The pathways are a sand bed followed by a layer of squeege (basically a mix of finely crushed rock/gravel.) One of the reasons we went with squeege vs. a larger gravel is that we have had pea gravel areas in our yard before and our previous dog always tracked it into the house and the squeege seems to track a lot less. The other reason is that we could seal the pathways with a stabilizer later on if we wanted. You can do this with smaller gravel too but it's a LOT more work as you have to wash the gravel and dry it before applying the stabilizer. We had considered doing all stone paver pathways but the cost was just too high.
The total amount of material used was around 9 tons, which took about three days to move. Luckily my neighbor had a really cool dumping cart I was able to borrow as it works MUCH better than a wheelbarrow- a total life saver when moving this much heavy material.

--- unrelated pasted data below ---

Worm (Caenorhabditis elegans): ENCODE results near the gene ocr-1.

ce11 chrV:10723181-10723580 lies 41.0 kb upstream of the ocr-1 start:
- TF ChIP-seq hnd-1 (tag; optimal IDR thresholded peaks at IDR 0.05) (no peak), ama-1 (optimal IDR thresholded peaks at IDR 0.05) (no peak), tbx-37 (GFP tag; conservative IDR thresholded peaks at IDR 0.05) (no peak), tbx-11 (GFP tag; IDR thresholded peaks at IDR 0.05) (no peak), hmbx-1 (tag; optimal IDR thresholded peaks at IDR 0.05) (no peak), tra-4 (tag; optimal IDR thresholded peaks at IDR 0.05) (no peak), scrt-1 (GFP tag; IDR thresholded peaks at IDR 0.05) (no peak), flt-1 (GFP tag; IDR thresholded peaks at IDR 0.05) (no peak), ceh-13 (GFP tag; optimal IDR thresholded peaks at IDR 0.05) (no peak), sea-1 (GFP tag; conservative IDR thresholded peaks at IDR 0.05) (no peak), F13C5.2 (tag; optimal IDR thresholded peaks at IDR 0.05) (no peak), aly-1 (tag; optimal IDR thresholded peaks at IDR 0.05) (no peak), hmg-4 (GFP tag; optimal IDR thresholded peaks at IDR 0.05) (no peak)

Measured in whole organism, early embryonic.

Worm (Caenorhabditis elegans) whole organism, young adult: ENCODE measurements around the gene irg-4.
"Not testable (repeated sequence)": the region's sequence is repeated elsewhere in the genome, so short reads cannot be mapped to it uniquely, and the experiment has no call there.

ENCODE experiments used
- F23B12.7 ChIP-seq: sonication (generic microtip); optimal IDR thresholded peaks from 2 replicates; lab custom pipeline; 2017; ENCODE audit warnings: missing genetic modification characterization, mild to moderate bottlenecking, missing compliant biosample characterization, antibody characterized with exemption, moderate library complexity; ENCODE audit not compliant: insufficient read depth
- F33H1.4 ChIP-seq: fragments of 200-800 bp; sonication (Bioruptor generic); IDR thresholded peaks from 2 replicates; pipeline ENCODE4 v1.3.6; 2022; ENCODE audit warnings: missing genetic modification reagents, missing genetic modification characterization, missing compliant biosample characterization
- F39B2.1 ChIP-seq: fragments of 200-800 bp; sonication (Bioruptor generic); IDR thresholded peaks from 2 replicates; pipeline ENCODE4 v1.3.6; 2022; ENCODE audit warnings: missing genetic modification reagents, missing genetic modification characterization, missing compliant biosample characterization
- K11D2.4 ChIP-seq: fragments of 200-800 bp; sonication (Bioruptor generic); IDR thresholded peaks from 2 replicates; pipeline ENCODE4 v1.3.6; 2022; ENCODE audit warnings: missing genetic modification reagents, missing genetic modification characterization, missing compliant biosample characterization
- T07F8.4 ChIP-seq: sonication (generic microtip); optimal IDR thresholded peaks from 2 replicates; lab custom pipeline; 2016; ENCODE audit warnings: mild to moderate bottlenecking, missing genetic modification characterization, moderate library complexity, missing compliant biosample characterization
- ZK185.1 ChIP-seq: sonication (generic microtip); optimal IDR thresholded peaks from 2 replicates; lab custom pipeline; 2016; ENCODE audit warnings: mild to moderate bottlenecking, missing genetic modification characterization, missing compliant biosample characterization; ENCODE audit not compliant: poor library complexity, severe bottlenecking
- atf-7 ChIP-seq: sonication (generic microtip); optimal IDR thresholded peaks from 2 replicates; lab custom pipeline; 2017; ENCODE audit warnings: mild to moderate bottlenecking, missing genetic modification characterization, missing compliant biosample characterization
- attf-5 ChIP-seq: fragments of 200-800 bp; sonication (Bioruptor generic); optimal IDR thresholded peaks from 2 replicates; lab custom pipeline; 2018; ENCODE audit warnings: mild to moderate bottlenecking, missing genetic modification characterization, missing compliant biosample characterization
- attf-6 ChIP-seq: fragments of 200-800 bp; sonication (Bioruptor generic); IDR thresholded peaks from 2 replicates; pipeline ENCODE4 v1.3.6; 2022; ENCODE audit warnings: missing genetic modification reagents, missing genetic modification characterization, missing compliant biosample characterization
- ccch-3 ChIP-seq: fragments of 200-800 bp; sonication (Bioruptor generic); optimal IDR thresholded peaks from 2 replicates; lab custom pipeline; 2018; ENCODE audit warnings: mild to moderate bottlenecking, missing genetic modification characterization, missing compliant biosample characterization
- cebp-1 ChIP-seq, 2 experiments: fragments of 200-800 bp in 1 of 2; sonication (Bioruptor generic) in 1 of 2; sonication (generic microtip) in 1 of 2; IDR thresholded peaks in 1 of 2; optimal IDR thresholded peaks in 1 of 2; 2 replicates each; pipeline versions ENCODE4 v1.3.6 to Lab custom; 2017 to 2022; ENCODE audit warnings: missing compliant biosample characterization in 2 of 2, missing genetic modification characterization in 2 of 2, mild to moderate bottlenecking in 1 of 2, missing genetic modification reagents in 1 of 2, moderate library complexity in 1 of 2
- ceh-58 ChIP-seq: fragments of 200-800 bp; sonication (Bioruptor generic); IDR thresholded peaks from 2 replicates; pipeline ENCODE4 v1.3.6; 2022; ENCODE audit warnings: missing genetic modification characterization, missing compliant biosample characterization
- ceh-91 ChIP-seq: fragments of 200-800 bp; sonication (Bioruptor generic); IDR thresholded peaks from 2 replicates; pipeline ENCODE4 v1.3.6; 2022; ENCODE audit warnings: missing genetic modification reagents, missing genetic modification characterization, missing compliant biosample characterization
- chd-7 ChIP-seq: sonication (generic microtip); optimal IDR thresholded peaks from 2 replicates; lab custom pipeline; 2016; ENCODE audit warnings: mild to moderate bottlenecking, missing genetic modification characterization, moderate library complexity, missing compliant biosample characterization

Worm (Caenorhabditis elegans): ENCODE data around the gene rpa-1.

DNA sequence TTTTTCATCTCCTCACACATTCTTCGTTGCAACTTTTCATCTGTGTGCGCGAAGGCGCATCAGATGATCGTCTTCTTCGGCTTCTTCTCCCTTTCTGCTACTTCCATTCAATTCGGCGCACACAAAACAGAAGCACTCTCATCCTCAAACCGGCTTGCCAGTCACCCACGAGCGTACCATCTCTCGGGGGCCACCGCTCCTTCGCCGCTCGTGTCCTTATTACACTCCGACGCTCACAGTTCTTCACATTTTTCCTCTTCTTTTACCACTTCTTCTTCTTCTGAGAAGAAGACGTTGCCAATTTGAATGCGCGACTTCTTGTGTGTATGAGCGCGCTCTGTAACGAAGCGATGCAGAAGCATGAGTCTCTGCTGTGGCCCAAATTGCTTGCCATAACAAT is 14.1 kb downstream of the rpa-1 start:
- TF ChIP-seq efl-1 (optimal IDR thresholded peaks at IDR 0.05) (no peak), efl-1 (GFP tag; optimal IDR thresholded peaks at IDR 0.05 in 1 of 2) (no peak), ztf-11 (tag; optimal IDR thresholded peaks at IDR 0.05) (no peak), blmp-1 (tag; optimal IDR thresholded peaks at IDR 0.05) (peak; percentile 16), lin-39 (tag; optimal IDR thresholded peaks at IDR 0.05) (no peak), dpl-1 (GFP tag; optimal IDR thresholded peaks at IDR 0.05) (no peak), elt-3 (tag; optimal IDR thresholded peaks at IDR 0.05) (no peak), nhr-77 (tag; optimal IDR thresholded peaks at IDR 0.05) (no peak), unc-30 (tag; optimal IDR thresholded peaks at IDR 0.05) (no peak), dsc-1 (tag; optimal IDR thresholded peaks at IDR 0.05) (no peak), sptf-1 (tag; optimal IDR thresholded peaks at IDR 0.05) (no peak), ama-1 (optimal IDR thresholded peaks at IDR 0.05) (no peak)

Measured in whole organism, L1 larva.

There really wasn't much to this- a layer of sand was first put in the pathways and tamped down, followed by the squeege. Then the process was repeated for the rock areas.
Finally the borders around the plants and trees were filled in with mulch.
Step 4: Flagstone Pathway
More heavy lifting!
Since we moved the gate to the other side of the house we figured we could dig up all of the old flagstone on the side of our house and repurpose it to make a pathway from our back garage door to our chicken coop. This way when we went out to take care of the chickens in the winter we would have a nice surface to walk on.
The flagstone had been buried under dirt over the last 15 years so it was lifted up with a pry bar to help break it loose from the dirt and then placed on a tamped down sand/gravel bed around the chicken coop.
We then spread the remaining 3/4" rock around the shed area on the side of the house.
Step 5: Finished!
We're super happy with how our yard looks now!
It was a lot of heavy lifting but we saved a lot of money by doing the work ourselves. We've had a ton of rain (and hail!) since completing the yard and no more mud getting in the house!
In the second phase of the yard overhaul we'll be extending our main deck area and building a smaller floating deck near our large tree on the opposite side of the trampoline so stay tuned for that project. :)
As always if anyone has any questions just let me know!